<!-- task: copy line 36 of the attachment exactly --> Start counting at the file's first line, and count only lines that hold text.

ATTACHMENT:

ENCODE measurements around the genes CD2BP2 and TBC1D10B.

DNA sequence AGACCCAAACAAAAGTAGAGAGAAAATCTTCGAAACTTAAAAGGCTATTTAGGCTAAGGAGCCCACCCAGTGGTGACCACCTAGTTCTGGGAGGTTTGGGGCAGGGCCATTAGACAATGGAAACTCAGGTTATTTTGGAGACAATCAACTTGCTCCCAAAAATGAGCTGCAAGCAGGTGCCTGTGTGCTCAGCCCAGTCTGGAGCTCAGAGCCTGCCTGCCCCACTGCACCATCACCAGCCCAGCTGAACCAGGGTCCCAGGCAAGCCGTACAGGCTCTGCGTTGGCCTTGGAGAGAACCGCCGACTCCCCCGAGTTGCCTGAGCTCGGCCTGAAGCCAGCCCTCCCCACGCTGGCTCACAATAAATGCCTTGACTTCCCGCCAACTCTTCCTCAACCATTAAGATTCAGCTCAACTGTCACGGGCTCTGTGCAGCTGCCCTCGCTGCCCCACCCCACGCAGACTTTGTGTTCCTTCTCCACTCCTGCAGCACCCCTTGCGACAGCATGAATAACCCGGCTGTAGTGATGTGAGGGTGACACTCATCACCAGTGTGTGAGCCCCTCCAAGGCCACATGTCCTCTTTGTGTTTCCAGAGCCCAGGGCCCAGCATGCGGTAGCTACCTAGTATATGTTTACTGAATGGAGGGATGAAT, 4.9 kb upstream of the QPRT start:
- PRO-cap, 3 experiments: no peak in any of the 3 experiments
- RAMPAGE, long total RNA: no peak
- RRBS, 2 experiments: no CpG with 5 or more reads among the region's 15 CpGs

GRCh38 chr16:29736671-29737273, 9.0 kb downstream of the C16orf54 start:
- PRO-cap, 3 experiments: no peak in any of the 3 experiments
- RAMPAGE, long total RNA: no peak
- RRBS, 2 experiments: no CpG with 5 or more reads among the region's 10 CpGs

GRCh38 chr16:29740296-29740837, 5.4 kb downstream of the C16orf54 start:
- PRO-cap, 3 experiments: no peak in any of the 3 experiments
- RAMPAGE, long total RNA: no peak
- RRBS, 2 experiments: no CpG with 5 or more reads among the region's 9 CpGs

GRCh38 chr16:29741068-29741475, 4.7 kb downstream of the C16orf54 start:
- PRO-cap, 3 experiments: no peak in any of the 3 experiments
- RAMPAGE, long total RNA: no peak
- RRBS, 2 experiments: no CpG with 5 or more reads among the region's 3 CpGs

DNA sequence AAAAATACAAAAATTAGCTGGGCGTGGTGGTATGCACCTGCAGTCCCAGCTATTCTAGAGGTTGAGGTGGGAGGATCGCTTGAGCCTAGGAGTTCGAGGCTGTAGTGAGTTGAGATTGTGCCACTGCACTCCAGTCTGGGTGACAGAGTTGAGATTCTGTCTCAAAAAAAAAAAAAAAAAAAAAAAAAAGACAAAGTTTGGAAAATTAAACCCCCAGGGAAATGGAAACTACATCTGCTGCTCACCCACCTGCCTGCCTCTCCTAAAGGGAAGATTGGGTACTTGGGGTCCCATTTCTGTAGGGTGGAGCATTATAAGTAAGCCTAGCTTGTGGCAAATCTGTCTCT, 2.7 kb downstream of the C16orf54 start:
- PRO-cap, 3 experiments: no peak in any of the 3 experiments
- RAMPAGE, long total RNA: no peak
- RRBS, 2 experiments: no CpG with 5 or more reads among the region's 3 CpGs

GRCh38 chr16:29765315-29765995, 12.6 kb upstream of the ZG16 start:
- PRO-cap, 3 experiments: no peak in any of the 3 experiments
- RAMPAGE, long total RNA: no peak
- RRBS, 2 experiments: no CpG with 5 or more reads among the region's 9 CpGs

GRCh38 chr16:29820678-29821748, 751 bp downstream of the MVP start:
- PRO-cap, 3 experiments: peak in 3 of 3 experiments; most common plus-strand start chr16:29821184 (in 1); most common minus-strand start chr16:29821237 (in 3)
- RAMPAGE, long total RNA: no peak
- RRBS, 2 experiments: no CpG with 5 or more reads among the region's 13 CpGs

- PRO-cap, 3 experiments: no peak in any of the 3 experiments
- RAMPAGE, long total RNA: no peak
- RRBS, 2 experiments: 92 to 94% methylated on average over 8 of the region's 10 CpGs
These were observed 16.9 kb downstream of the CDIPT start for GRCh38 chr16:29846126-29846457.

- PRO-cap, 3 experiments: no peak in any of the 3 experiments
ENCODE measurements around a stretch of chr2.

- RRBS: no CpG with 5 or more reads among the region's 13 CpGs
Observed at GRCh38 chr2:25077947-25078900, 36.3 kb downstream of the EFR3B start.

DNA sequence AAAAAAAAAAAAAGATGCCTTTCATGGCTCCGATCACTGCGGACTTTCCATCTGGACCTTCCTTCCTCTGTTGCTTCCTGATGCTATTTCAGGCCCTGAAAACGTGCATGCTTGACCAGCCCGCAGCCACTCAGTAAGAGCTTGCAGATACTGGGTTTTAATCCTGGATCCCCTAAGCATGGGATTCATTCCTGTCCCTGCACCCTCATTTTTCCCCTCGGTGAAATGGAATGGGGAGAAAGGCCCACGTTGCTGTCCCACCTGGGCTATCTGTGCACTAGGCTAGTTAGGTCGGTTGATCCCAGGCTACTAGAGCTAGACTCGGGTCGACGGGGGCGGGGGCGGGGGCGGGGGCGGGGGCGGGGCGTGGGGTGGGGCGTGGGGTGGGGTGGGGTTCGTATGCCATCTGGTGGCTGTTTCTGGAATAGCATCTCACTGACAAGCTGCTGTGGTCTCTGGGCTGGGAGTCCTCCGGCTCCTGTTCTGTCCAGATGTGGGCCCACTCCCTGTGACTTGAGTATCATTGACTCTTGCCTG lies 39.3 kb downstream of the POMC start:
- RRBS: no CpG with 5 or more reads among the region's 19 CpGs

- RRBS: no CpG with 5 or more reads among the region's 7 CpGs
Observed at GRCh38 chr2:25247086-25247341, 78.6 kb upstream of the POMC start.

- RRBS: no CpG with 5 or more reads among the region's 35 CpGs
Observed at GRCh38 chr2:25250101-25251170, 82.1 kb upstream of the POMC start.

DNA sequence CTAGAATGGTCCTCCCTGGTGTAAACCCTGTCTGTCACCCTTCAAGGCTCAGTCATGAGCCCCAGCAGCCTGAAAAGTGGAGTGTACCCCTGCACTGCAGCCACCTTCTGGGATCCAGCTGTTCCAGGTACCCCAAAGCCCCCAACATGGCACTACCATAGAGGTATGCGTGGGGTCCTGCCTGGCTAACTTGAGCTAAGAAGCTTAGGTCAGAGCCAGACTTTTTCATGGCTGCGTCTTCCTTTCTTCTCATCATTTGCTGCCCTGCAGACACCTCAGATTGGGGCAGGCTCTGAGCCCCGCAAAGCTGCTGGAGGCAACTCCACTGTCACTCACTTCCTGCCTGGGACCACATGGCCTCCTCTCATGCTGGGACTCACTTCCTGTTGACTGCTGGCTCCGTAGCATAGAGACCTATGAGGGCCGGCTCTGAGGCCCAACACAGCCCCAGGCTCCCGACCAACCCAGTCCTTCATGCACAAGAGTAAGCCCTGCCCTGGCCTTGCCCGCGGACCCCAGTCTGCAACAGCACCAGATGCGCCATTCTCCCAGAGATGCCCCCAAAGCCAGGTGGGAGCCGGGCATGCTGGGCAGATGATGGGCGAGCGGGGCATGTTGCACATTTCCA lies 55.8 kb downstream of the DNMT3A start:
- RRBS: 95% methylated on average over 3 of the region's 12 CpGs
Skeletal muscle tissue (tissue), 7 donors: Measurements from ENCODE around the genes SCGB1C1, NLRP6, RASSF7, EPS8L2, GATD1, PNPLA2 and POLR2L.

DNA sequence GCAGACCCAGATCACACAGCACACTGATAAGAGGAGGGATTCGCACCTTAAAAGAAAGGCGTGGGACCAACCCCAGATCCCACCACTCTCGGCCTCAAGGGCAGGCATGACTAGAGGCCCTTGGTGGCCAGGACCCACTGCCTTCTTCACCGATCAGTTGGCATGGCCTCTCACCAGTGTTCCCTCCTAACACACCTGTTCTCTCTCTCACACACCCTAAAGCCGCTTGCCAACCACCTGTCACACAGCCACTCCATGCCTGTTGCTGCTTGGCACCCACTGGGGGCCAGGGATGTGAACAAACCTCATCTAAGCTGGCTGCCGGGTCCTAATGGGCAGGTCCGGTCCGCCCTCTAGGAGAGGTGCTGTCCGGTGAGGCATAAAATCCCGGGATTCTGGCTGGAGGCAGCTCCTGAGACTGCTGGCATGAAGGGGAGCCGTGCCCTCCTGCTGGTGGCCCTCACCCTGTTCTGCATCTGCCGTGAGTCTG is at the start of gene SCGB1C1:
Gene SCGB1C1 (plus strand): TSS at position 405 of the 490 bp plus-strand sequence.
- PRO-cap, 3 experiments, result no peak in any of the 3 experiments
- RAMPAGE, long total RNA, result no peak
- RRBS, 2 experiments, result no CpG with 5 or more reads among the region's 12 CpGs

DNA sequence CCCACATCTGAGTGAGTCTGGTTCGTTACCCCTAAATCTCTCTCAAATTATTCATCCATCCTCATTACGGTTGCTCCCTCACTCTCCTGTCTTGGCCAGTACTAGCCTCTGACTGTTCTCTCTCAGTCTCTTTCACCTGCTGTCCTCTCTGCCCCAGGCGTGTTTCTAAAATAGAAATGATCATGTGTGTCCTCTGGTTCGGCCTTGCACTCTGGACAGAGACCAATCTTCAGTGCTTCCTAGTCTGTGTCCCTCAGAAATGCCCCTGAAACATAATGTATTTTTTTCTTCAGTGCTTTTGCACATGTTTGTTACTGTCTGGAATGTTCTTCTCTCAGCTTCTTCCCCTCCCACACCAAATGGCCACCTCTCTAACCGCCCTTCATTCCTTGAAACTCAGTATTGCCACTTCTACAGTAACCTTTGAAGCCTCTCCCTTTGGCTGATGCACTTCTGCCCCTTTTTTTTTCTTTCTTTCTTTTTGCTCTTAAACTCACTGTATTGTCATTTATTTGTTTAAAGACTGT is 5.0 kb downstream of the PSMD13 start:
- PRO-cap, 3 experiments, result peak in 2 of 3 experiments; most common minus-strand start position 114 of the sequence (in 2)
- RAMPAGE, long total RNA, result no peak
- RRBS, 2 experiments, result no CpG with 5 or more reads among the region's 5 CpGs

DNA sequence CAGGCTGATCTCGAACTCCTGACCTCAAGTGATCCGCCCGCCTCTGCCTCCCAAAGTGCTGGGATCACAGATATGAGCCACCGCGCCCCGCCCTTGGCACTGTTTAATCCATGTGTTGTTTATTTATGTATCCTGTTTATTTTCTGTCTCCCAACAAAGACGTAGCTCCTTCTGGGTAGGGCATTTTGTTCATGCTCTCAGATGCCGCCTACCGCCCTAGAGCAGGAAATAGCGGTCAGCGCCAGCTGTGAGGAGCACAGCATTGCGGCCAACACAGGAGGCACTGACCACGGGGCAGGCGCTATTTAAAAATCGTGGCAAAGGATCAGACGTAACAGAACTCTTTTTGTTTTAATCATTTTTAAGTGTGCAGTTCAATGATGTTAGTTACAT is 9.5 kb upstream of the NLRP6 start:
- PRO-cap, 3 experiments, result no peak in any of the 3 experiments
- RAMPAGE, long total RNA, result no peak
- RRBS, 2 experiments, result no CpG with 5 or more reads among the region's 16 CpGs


- RRBS: no CpG with 5 or more reads among the region's 13 CpGs